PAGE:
How Garçon Wines is Using Flat Bottles to Shape an Industry
Packaging can have many applications within the beverage industry, beyond simply containing a liquid. Cellr’s own digital packaging solution enables producers to connect directly with consumers, and this week we will be looking at how packaging can improve a brand’s carbon footprint. Meet Santiago Navarro who is the CEO of Garçon Wines, a multi-award winning sustainable packaging company that produces Eco Flat Wine Bottles.
Give us a brief rundown on what Garçon Wines is, and how it works.
We, Garçon Wines, are a British start-up, based in London with an office in San Francisco and representation in Australia. We exist to make the wine industry more sustainable in a complex and challenging 21st century world. By way of innovation, starting with a step-change advancement to round, glass bottles which are the single largest contributor to wine’s carbon footprint, we aim to bring about the most significant advancement to wine bottles in the past two centuries. We are internationally recognised for our eco, flat wine bottle, a multi-award winning, planet-friendly packaging format that is uniquely flat to save space and made from 100% recycled PET, pre-existing not single-use plastic, to save weight and energy. The shatterproof bottles are an advancement that is respectful of the wine industry’s heritage and a packaging industry benchmark of shape innovation, best-in-class material, and recyclability by design. We work with companies on a multi-channel, -national and -brand basis to help them unlock significant carbon emission savings, lower logistics costs, and a more distinctive bottle.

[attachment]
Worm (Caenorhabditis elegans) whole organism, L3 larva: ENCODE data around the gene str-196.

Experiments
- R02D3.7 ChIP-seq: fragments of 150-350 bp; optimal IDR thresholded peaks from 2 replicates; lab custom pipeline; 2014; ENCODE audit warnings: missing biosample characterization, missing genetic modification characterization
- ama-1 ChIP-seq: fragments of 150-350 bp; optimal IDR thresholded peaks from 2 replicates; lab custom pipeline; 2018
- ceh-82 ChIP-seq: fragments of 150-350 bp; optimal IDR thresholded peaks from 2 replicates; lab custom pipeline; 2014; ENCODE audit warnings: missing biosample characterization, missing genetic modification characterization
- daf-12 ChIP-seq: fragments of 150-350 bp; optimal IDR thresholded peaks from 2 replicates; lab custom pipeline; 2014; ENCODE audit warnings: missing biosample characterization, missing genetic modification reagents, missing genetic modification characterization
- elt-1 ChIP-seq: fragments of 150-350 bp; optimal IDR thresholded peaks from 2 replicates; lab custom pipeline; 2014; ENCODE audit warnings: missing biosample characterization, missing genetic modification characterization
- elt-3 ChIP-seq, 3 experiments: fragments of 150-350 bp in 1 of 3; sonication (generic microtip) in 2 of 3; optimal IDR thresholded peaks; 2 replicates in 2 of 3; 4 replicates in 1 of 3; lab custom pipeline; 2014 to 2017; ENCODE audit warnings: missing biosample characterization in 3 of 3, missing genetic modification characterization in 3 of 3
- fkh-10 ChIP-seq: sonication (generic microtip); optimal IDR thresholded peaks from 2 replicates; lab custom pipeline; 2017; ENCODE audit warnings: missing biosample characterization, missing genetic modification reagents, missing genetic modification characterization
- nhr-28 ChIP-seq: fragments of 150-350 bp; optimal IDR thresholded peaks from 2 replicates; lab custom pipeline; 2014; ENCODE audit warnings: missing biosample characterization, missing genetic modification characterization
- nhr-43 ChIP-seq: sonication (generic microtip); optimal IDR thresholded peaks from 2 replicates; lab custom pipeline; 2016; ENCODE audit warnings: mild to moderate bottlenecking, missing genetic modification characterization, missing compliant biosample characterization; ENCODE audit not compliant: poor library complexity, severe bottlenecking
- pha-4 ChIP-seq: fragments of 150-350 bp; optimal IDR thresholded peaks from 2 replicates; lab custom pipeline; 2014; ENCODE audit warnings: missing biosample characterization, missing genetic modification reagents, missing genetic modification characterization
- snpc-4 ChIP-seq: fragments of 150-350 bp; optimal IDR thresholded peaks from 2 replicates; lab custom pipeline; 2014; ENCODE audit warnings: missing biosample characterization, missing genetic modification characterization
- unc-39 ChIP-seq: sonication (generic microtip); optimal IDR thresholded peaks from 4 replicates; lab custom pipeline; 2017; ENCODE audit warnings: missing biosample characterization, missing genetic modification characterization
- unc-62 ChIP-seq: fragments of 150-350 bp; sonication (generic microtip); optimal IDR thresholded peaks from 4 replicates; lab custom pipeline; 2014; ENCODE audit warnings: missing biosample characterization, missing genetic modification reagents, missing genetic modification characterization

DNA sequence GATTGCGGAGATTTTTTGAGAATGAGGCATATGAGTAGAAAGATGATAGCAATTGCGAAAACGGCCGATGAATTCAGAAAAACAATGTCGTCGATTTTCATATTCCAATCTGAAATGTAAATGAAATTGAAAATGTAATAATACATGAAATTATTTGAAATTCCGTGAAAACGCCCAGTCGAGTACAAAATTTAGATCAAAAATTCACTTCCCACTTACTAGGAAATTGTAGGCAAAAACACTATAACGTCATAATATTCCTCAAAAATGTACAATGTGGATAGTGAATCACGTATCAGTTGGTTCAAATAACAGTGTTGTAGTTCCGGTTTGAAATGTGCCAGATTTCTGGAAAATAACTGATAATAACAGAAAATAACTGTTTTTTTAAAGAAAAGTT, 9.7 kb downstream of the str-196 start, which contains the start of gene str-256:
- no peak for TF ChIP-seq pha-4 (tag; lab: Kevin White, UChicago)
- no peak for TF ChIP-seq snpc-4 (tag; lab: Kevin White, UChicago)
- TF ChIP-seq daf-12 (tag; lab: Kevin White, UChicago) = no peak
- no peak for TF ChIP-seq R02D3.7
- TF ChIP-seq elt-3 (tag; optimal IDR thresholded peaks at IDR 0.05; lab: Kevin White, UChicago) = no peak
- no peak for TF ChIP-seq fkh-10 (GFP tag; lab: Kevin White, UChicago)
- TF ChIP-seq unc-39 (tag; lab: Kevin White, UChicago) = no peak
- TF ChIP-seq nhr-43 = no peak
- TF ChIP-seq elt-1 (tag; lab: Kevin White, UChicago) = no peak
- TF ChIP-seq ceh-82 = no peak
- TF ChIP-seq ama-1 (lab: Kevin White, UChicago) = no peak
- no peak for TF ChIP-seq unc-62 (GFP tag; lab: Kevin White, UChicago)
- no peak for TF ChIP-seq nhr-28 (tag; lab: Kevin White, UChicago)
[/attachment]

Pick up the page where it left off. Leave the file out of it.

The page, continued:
What was the gap in the market that inspired you to create Garçon Wines?
While building my first wine company, online retailer Vinopic Wines, I realised first-hand the extent to which the traditional, round glass wine bottle hindered efficient delivery of wine sold through the digital channel. These heavy, fragile, and spatially inefficient wine bottles, that were first introduced in the 19th century, were massively unfit for purpose for online sales and when shipping wines through complex supply chains. After closing this business, the idea remained with me that through packaging innovation, the convenience, environmental, economic cost of missed, or worse, completely damaged, wine deliveries could be avoided. I also felt that as the common denominator across most of packaged wine, an innovation in wine bottles could change the industry and benefit a larger business audience. This was the gap in the market, recognising that there was an opportunity to unlock greater success in wine commerce through finding a way to deliver wine seamlessly into the home. It was also important to create a format that was still beautiful and aesthetically pleasing, to give the greatest opportunity for success and adoption.